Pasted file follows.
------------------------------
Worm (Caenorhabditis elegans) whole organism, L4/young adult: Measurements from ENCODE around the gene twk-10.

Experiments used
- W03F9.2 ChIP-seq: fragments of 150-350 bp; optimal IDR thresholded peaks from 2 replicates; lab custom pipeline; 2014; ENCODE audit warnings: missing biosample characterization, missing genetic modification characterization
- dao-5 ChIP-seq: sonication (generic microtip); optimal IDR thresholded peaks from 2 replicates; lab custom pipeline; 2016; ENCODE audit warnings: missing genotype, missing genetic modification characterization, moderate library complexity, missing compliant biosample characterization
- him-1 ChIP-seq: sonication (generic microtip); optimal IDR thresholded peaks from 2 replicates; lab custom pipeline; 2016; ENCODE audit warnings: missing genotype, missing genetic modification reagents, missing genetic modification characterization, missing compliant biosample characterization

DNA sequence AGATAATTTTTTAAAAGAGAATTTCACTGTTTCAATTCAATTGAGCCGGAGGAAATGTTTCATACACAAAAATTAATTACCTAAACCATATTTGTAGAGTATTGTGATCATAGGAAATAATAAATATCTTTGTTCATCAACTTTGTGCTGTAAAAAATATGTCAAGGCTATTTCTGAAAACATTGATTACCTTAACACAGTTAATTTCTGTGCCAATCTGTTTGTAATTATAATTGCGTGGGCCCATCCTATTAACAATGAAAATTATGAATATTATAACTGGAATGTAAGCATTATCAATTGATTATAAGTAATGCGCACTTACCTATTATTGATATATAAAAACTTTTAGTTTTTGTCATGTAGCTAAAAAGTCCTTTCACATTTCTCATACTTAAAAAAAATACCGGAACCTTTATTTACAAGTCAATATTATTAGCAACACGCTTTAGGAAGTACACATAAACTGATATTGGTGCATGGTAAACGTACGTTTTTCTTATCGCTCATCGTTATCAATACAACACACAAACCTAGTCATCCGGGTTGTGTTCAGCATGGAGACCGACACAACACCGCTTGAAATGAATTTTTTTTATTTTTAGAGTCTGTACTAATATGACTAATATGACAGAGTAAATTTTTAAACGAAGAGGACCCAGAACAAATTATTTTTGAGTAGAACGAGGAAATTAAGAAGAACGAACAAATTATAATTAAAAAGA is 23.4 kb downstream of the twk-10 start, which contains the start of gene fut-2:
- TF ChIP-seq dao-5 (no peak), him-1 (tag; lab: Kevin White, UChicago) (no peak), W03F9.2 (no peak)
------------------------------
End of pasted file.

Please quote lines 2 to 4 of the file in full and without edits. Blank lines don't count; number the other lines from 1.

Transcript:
Experiments used
- W03F9.2 ChIP-seq: fragments of 150-350 bp; optimal IDR thresholded peaks from 2 replicates; lab custom pipeline; 2014; ENCODE audit warnings: missing biosample characterization, missing genetic modification characterization
- dao-5 ChIP-seq: sonication (generic microtip); optimal IDR thresholded peaks from 2 replicates; lab custom pipeline; 2016; ENCODE audit warnings: missing genotype, missing genetic modification characterization, moderate library complexity, missing compliant biosample characterization